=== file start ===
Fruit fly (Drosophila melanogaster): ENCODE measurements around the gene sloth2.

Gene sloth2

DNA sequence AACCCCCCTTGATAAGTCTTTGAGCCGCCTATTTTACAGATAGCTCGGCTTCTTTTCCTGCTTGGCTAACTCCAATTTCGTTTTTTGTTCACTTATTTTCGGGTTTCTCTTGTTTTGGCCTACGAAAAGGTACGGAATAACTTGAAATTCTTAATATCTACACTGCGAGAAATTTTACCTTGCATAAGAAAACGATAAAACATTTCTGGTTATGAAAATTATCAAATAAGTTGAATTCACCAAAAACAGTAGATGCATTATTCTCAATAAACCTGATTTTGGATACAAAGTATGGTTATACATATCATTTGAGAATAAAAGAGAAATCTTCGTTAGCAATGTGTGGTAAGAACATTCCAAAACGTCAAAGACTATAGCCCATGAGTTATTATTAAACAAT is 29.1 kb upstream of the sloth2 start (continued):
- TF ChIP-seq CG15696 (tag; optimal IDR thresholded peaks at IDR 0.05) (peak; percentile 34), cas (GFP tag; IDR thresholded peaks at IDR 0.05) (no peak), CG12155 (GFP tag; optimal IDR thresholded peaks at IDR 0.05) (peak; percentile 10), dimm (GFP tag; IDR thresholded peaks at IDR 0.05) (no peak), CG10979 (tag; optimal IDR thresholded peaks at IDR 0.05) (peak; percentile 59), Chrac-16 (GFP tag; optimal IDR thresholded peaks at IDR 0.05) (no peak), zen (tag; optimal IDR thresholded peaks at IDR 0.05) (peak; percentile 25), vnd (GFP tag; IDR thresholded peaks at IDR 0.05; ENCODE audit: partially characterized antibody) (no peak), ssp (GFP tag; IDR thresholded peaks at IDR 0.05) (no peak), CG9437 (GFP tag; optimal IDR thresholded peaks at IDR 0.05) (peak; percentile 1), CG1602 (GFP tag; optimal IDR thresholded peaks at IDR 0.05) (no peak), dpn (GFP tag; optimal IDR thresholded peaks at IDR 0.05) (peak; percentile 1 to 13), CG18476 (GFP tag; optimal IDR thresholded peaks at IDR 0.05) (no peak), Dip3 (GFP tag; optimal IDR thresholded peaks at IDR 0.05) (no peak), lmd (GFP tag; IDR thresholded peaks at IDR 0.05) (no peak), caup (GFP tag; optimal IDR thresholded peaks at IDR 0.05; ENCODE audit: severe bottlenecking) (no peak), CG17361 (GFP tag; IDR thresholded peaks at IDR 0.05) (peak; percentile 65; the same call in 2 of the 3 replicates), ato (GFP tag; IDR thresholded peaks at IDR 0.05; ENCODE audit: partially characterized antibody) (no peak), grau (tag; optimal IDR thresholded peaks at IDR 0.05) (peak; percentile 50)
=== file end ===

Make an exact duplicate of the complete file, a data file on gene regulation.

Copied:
Fruit fly (Drosophila melanogaster): ENCODE measurements around the gene sloth2.

Gene sloth2

DNA sequence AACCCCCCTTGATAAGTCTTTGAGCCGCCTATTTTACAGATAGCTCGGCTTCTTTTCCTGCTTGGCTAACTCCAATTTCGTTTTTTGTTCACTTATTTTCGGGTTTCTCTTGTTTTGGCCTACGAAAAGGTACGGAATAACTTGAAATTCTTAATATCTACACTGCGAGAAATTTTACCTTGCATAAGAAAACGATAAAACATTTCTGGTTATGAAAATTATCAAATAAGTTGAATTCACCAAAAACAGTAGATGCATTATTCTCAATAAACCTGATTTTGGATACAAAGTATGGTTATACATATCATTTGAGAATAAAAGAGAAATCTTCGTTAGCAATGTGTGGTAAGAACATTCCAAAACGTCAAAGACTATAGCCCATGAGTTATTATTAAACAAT is 29.1 kb upstream of the sloth2 start (continued):
- TF ChIP-seq CG15696 (tag; optimal IDR thresholded peaks at IDR 0.05) (peak; percentile 34), cas (GFP tag; IDR thresholded peaks at IDR 0.05) (no peak), CG12155 (GFP tag; optimal IDR thresholded peaks at IDR 0.05) (peak; percentile 10), dimm (GFP tag; IDR thresholded peaks at IDR 0.05) (no peak), CG10979 (tag; optimal IDR thresholded peaks at IDR 0.05) (peak; percentile 59), Chrac-16 (GFP tag; optimal IDR thresholded peaks at IDR 0.05) (no peak), zen (tag; optimal IDR thresholded peaks at IDR 0.05) (peak; percentile 25), vnd (GFP tag; IDR thresholded peaks at IDR 0.05; ENCODE audit: partially characterized antibody) (no peak), ssp (GFP tag; IDR thresholded peaks at IDR 0.05) (no peak), CG9437 (GFP tag; optimal IDR thresholded peaks at IDR 0.05) (peak; percentile 1), CG1602 (GFP tag; optimal IDR thresholded peaks at IDR 0.05) (no peak), dpn (GFP tag; optimal IDR thresholded peaks at IDR 0.05) (peak; percentile 1 to 13), CG18476 (GFP tag; optimal IDR thresholded peaks at IDR 0.05) (no peak), Dip3 (GFP tag; optimal IDR thresholded peaks at IDR 0.05) (no peak), lmd (GFP tag; IDR thresholded peaks at IDR 0.05) (no peak), caup (GFP tag; optimal IDR thresholded peaks at IDR 0.05; ENCODE audit: severe bottlenecking) (no peak), CG17361 (GFP tag; IDR thresholded peaks at IDR 0.05) (peak; percentile 65; the same call in 2 of the 3 replicates), ato (GFP tag; IDR thresholded peaks at IDR 0.05; ENCODE audit: partially characterized antibody) (no peak), grau (tag; optimal IDR thresholded peaks at IDR 0.05) (peak; percentile 50)